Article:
James Thai: All of the designs for the collection are called engineered print (a print that creates images) rather than repeat pattern printing. So what Teresa and I did was plan and place where my drawings would go onto the pattern piece. I would then transfer that information onto a screen and then print with a light gray onto the leather as a guide, and burn the leather from there. From the basic outline, I burned the detail by hand, with each garment taking anywhere 80-120 hours to create. Once the garment was assembled, I came back and touched up the pieces to correct for shrinkage after final assembly.
Leah, as a jewelry designer, did you find it inspiring or limiting having to complement another designer's collection with your own pieces?
Leah Aripotch: Actually, I found it incredibly inspiring to be collaborating with Teresa and James, but that’s probably because our aesthetics aligned in a very serendipitous way. I was asked to "do what I do" and that’s what I did. I think that’s the beauty of collaboration, and certainly the strength of ours was having three voices saying the same thing in a way but using different mediums. The snake was my own design, but mixing the snake with flora was a new direction for me based on concepts and imagery that James and Teresa had introduced me to.
Did you find any stages of your collaboration challenging?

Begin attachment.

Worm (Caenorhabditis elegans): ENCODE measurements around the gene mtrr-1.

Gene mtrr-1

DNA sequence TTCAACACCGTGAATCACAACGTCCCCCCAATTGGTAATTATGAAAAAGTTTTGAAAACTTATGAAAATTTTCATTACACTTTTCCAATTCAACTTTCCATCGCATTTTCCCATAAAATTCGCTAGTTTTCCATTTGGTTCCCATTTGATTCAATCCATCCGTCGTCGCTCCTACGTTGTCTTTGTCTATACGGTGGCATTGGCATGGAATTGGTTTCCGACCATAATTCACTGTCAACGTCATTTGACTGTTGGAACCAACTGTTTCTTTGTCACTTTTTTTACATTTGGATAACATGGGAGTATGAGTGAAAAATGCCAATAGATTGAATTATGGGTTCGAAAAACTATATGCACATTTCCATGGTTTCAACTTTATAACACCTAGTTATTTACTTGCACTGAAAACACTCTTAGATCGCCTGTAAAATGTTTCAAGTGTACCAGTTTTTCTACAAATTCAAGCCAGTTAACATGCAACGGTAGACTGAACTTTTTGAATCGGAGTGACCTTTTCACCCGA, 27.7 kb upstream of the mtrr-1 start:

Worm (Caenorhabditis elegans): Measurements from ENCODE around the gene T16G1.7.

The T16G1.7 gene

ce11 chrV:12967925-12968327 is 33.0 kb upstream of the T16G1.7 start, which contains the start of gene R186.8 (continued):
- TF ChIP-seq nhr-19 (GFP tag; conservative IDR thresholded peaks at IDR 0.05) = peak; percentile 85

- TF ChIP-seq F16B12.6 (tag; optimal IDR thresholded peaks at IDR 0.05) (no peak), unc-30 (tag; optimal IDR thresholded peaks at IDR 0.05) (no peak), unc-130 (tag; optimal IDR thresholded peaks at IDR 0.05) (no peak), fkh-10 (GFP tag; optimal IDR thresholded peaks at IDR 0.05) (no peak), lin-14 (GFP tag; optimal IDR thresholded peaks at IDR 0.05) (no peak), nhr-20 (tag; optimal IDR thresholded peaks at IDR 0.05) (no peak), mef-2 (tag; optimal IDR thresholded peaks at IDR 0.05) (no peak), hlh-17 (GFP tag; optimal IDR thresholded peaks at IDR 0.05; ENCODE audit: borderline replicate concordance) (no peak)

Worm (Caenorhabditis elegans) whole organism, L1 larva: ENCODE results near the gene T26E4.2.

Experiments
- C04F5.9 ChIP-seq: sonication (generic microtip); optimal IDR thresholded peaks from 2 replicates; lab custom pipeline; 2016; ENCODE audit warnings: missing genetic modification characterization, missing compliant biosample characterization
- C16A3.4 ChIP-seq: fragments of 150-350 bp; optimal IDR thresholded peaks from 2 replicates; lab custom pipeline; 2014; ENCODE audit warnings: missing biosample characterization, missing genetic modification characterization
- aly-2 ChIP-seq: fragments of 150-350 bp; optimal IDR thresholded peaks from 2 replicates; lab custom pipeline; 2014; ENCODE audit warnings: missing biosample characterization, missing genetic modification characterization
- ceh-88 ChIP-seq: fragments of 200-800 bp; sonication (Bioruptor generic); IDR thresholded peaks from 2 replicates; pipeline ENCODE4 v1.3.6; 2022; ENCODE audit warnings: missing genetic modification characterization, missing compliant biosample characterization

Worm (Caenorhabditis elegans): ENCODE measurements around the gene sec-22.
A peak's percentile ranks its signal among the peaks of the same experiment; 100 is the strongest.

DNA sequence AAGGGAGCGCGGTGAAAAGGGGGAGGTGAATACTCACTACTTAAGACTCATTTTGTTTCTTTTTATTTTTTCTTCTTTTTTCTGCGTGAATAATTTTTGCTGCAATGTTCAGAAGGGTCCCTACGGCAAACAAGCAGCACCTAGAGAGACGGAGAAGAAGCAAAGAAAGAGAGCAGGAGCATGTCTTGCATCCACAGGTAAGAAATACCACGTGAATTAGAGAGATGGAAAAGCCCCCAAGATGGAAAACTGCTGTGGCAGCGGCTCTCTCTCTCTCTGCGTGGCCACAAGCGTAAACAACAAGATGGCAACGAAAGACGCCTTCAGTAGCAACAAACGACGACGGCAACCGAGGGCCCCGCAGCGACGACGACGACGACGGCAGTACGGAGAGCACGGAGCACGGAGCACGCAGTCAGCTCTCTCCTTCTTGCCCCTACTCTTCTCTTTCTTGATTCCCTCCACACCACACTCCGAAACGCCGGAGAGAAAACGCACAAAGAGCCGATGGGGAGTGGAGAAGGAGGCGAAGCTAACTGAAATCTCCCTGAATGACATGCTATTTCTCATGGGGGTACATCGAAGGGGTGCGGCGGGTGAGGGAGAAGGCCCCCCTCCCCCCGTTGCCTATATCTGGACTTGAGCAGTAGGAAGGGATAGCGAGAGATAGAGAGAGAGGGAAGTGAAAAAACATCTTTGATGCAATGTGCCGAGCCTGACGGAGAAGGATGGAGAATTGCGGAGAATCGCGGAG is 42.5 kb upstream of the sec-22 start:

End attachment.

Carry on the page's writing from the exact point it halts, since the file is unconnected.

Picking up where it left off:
Teresa Field: Honestly, I can’t imagine easier collaborations. Our aesthetics were all so similar, and Leah and James just worked so, so hard, and produced such mind-blowingly amazing work. Beyond contributing to the collection itself, collaborating really helped me as well: it was easy to get caught up in the construction of the collection, but to meet with Leah and James every week provided so much energy and anticipation - it really revitalized me and got me so excited all over again to see the end product.
James Thai: Luckily, no. I was so lucky to have a great team to work with. Teresa is super efficient and really sweet, it was like working with a friend that I've know for ages.
Leah Aripotch: I must say, the collaboration itself was a breeze. The whole experience was exciting and fun, and I enjoyed working with both Teresa and James tremendously. That said, having never collaborated with anyone before, I think the most difficult part for me was getting started because I was afraid to commit to something that my collaborators might be disappointed with. Luckily, that was never the case!
What plans do you have for the future?
Teresa Field: I’ve started working as the lead designer for a startup in San Francisco. It’s a small team and a young company, but it’s been such a great experience!
James Thai: I'm currently finishing up my bachelors in textile design at the Academy of Art and I'm working on an environmentally friendly piece for an upcoming RSA competition influenced by sci-fi and film noir.
Leah Aripotch: Now, I work in my studio in Bayview creating both jewelry and sculptures. My plan is to show and sell my work in galleries, as well as to take on custom commissions.